In this Book

summary
Although little remains of Hawai‘i’s plantation economy, the sugar industry’s past dominance has created the Hawai‘i we see today. Many of the most pressing and controversial issues—urban and resort development, water rights, expansion of suburbs into agriculturally rich lands, pollution from herbicides, invasive species in native forests, an unsustainable economy—can be tied to Hawai‘i’s industrial sugar history.

Sovereign Sugar unravels the tangled relationship between the sugar industry and Hawai‘i’s cultural and natural landscapes. It is the first work to fully examine the complex tapestry of socioeconomic, political, and environmental forces that shaped sugar’s role in Hawai‘i. While early Polynesian and European influences on island ecosystems started the process of biological change, plantation agriculture, with its voracious need for land and water, profoundly altered Hawai‘i’s landscape.

MacLennan focuses on the rise of industrial and political power among the sugar planter elite and its political-ecological consequences. The book opens in the 1840s when the Hawaiian Islands were under the influence of American missionaries. Changes in property rights and the move toward western governance, along with the demands of a growing industrial economy, pressed upon the new Hawaiian nation and its forests and water resources. Subsequent chapters trace island ecosystems, plantation communities, and natural resource policies through time—by the 1930s, the sugar economy engulfed both human and environmental landscapes. The author argues that sugar manufacture has not only significantly transformed Hawai‘i but its legacy provides lessons for future outcomes.

Carol MacLennan is an anthropologist who has visited Hawai‘i extensively for over thirty years. She teaches at Michigan Technological University about industry and the environment, with a focus on how large-scale industries such as sugar cane and hard rock mining affect environments and communities. She has published on Hawai‘i’s sugar industry and North American mining.

Table of Contents

  1. Cover
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  1. Title Page, Copyright
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  1. Contents
  2. pp. v-viii
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  1. Acknowledgments
  2. pp. ix-x
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  1. Abbreviations
  2. pp. xi-xii
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  1. Introduction
  2. pp. 1-11
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  1. Chapter 1: Waves of Influence
  2. pp. 12-35
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  1. Chapter 2: Sugar’s Ecology
  2. pp. 36-51
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  1. Chapter 3: Four Families
  2. pp. 52-80
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  1. Chapter 4: Five Companies
  2. pp. 81-102
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  1. Chapter 5: Agricultural Landscapes
  2. pp. 103-122
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  1. Chapter 6: Plantation Centers
  2. pp. 123-144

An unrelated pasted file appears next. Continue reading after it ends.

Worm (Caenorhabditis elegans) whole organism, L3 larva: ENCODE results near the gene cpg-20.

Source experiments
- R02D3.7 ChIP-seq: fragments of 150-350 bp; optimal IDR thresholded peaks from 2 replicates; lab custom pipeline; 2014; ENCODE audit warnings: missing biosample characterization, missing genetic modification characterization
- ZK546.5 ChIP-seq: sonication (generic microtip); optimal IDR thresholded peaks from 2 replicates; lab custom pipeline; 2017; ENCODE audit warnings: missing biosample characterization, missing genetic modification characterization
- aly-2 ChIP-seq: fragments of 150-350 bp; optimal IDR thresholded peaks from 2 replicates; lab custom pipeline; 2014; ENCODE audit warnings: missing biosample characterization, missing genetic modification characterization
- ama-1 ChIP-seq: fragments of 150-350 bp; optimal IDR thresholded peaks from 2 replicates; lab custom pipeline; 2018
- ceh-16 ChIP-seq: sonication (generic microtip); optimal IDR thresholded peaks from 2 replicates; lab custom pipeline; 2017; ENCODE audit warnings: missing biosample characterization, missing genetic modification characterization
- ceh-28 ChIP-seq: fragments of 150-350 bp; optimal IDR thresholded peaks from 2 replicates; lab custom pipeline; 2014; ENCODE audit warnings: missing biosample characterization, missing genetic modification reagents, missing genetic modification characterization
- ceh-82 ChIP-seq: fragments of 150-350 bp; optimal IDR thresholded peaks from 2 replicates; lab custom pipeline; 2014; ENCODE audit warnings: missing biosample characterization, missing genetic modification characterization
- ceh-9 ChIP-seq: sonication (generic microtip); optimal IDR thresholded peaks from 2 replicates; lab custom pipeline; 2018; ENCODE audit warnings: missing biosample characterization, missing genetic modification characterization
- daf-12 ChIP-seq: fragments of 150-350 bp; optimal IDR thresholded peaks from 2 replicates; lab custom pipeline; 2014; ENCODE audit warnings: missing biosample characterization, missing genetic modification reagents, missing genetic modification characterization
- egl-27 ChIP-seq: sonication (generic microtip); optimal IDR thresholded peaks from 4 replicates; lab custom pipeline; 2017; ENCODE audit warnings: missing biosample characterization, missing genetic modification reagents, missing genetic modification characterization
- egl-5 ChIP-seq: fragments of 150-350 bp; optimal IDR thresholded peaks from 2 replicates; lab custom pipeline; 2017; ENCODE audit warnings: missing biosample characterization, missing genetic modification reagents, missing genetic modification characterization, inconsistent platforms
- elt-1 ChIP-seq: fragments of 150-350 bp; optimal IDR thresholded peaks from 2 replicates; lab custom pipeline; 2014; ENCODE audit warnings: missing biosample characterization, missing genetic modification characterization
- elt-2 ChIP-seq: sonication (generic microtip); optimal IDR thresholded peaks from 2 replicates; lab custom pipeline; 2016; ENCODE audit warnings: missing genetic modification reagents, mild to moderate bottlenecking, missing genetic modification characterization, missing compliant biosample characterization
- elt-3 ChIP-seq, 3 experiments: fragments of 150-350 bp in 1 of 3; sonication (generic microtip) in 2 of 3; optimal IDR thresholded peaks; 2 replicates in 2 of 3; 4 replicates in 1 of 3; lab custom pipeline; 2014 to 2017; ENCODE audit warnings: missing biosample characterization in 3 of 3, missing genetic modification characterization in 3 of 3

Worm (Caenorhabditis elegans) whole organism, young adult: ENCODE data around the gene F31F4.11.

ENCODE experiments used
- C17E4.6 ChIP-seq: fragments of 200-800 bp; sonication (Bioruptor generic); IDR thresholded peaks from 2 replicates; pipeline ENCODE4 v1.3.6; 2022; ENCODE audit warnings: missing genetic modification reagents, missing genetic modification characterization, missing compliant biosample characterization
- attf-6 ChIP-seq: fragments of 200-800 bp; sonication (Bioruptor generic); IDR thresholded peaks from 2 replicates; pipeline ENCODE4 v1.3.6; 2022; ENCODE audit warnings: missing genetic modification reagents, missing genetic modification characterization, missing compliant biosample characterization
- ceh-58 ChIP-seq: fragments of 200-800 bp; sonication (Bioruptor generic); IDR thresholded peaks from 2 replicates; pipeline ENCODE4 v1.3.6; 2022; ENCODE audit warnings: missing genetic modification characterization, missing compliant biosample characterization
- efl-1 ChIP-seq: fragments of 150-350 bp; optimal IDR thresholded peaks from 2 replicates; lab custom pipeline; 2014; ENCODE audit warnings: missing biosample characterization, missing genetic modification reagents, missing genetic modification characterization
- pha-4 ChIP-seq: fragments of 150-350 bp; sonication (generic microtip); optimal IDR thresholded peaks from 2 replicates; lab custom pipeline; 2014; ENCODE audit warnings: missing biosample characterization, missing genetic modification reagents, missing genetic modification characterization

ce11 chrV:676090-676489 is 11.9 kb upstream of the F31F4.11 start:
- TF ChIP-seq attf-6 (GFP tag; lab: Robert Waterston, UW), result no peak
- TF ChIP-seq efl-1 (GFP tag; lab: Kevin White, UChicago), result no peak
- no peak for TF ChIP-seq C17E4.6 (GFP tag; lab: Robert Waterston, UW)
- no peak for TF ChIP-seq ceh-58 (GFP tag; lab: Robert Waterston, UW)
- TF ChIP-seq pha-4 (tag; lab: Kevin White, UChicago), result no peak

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  1. Chapter 7: Sugar’s Industrial Complex
  2. pp. 145-169
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  1. Chapter 8: Plantation Community
  2. pp. 170-200
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  1. Chapter 9: An Island Tour 1930s
  2. pp. 201-219
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  1. Chapter 10: Planters Organize
  2. pp. 220-248
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  1. Chapter 11: Resource Policy
  2. pp. 249-274
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  1. Conclusion: Sugar’s End
  2. pp. 275-282
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  1. Appendix 1: Vegetation Zones
  2. pp. 283-284
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  1. Appendix 2: Sugar Crop Acreage, Yield, Production, and Employment, 1836–1960
  2. pp. 285-286
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  1. Appendix 3: Major Sugarcane Producers in the Pacific and North American Markets, 1880–1940
  2. pp. 287-288
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  1. Appendix 4: Missionary Land Purchases of Government/Crown Lands, 1850–1866
  2. pp. 289-291
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  1. Appendix 5: Intermarriage of Second-Generation Missionary Families
  2. p. 292
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  1. Appendix 6: Percentage Increase of Largest Plantations’ Sugar Crops, 1920 and 1930
  2. pp. 293-294
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  1. Appendix 7: Subsidiary Companies Organized,1880–1910
  2. p. 295
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  1. Appendix 8: Plantation Centers, Acreage in 1867 and 1879
  2. pp. 296-297
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  1. Appendix 9: Major Water Development Projects
  2. pp. 298-300
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  1. Appendix 10: Crown and Government Lands Leased for Sugarcane
  2. pp. 301-305
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  1. Appendix 11: Ranches in 1930
  2. pp. 306-310
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  1. Notes
  2. pp. 311-352
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  1. References
  2. pp. 353-366
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  1. Index
  2. pp. 367-380
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  1. Maps
  2. pp. 381-385
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Additional Information

ISBN
9780824840242
Related ISBN
9780824839499
MARC Record
OCLC
875895012
Launched on MUSE
2014-04-15
Language
English
Open Access
No
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